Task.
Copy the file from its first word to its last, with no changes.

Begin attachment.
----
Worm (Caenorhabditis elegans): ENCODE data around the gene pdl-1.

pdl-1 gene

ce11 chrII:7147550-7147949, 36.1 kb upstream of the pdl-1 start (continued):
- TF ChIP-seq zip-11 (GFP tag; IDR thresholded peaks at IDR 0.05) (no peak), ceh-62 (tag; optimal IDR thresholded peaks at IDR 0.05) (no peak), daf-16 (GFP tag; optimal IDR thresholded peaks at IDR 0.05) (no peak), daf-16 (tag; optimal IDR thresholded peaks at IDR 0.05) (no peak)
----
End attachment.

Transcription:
Worm (Caenorhabditis elegans): ENCODE data around the gene pdl-1.

pdl-1 gene

ce11 chrII:7147550-7147949, 36.1 kb upstream of the pdl-1 start (continued):
- TF ChIP-seq zip-11 (GFP tag; IDR thresholded peaks at IDR 0.05) (no peak), ceh-62 (tag; optimal IDR thresholded peaks at IDR 0.05) (no peak), daf-16 (GFP tag; optimal IDR thresholded peaks at IDR 0.05) (no peak), daf-16 (tag; optimal IDR thresholded peaks at IDR 0.05) (no peak)